It’s the tiny dog-like head and neck at the base (left side) of the large burr oak tree.

It always makes me think (though I know it’s ridiculous) that it was waiting for me to show up.

Then it ran off into the field to the west across the train tracks.

Got a fall-color photo of the planted parkway maples


and rode up Main with, seemingly, effortless effort, through the Berringer subdivision, and over I-74. Stopped to peek at the possum-bone site (where I’d been observing what happened to a road kill over the past four years or so)

which was so full of trash, like it was a designated dumping station, alas. Saw a couple of bones there, but I think more probably recent chicken than old possum.

Trees near the Saline Branch were just starting to turn color.


Passed the edge of Brownfield Woods where there were a few late asters,

surrounded by stinging nettle and poison ivy. Hoped I hadn’t already stepped in it.

Rode on northward noticed a delightful tiny hint of a hill sloping away, a lovely slight departure from total flatness, near Ford Harris Road.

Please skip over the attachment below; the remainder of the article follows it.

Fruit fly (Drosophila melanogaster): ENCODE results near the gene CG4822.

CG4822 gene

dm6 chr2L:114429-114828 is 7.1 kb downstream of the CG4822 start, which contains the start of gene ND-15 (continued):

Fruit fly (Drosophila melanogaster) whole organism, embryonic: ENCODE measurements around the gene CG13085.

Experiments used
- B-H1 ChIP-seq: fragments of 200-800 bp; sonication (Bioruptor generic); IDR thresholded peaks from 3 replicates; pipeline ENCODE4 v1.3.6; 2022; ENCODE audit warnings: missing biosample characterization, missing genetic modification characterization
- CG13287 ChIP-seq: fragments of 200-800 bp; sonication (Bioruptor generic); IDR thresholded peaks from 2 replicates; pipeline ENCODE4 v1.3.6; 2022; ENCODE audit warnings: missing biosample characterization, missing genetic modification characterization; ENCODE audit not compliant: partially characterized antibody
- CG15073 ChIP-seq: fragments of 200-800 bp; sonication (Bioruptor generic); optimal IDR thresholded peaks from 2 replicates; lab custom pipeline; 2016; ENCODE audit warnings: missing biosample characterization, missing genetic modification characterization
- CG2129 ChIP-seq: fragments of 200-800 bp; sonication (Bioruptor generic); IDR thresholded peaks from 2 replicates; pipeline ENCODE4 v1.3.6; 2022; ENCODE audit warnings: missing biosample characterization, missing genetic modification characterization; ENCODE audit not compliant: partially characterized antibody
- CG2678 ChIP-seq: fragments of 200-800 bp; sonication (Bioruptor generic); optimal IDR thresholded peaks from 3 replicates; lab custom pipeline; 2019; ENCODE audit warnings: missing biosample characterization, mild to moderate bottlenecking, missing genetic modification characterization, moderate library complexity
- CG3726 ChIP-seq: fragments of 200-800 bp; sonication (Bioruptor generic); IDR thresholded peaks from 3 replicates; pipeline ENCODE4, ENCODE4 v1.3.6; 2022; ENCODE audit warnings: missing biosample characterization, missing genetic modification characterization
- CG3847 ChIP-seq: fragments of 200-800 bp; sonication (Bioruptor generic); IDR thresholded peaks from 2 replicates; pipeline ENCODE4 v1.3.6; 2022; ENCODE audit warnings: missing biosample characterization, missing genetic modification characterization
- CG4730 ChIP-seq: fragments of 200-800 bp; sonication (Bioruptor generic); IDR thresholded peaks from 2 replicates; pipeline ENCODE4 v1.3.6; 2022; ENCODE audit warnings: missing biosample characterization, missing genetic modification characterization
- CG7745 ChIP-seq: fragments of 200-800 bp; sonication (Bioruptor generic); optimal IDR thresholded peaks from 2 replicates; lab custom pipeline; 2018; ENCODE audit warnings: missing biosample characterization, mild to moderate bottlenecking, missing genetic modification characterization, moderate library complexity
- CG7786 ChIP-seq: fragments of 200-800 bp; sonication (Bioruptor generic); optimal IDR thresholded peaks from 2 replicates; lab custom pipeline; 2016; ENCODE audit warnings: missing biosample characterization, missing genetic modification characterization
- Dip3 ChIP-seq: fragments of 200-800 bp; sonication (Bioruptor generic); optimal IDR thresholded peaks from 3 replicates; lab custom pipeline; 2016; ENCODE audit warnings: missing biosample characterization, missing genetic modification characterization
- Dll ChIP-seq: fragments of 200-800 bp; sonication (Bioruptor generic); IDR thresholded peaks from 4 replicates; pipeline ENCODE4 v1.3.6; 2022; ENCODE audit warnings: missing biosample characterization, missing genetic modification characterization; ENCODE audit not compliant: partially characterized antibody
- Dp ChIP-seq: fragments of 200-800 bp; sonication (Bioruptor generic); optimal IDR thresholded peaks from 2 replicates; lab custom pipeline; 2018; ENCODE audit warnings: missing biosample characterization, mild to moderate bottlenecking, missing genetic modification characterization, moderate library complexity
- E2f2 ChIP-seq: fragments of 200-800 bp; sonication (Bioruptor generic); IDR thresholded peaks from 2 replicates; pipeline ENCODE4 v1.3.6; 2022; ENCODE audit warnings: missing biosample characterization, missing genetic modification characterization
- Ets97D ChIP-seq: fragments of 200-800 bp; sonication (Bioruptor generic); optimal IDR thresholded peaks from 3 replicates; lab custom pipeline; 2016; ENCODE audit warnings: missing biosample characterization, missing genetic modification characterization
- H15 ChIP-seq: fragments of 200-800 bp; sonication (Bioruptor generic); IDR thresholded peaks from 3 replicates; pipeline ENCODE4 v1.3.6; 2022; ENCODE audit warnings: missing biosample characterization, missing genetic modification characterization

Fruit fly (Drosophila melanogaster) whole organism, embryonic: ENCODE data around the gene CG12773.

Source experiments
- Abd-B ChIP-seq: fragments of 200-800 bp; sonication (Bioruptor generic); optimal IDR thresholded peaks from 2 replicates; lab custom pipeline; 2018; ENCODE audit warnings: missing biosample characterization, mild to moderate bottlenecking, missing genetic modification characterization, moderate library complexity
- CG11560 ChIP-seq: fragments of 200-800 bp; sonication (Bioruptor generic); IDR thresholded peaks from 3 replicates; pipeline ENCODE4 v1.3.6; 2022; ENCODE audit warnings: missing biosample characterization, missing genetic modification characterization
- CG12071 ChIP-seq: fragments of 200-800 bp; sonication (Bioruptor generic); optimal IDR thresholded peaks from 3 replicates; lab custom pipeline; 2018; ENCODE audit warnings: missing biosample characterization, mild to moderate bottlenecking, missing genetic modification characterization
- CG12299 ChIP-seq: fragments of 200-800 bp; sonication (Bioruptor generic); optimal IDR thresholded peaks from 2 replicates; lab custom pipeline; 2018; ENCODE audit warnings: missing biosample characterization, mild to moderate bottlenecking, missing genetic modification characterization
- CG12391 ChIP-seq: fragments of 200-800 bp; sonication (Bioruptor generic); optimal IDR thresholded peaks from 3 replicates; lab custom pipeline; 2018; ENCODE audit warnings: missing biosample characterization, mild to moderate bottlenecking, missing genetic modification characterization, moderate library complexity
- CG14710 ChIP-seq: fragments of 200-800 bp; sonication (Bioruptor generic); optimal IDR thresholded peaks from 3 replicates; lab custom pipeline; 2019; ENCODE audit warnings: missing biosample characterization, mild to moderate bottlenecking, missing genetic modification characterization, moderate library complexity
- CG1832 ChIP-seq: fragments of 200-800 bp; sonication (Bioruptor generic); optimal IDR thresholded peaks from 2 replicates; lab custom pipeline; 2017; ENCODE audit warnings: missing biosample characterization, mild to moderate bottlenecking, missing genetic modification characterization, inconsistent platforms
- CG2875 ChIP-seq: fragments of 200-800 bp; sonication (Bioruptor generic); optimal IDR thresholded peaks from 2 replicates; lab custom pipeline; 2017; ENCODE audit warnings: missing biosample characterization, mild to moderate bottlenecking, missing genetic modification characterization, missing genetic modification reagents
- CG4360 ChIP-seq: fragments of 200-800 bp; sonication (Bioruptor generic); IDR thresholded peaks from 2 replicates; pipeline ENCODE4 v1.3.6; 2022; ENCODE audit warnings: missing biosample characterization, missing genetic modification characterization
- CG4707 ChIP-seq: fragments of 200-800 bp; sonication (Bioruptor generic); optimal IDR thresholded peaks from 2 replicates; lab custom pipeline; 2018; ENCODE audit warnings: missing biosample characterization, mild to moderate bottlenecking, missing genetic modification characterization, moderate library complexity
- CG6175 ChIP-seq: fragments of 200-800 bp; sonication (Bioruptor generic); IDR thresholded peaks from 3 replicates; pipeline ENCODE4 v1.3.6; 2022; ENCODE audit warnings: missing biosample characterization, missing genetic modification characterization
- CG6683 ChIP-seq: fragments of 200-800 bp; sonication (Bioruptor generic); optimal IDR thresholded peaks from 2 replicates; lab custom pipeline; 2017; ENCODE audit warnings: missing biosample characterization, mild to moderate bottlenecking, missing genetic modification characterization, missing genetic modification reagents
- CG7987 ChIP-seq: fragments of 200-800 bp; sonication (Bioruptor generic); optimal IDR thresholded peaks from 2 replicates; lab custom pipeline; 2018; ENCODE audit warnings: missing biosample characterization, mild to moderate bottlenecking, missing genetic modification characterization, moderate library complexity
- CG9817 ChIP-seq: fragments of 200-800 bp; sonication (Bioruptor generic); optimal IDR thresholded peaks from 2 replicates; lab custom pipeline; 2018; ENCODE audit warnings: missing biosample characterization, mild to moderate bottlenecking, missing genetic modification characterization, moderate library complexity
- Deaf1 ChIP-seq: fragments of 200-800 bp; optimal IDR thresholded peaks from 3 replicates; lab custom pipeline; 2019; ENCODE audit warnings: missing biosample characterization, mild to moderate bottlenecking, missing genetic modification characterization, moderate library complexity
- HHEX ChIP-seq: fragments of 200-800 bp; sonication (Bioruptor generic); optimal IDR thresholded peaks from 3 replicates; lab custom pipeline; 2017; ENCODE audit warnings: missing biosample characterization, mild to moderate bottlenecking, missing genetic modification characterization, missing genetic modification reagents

Oh, the subtlety of the central Illinois landscape!

Turned east on Ford Harris and stopped at the Yearsly (so it was labeled) Cemetery.


Seemed like a nice location to contemplate mortality. Did not spend enough time to look exhaustively but did find a few thought-provoking markers.


Getting back on the road noticed recently emerged asparagus plants. Didn’t know they showed up so fresh in the fall. Global warming, perhaps.

Planned to ride east to Cottonwood Road and south to Oaks or Airport and back to High Cross, but just after the turn saw a large brown dog in front of the upcoming farm house. The dog didn’t look especially aggressive, but I wasn’t up for the possibility of any form of problematic interaction. So without hesitation turned around to head back.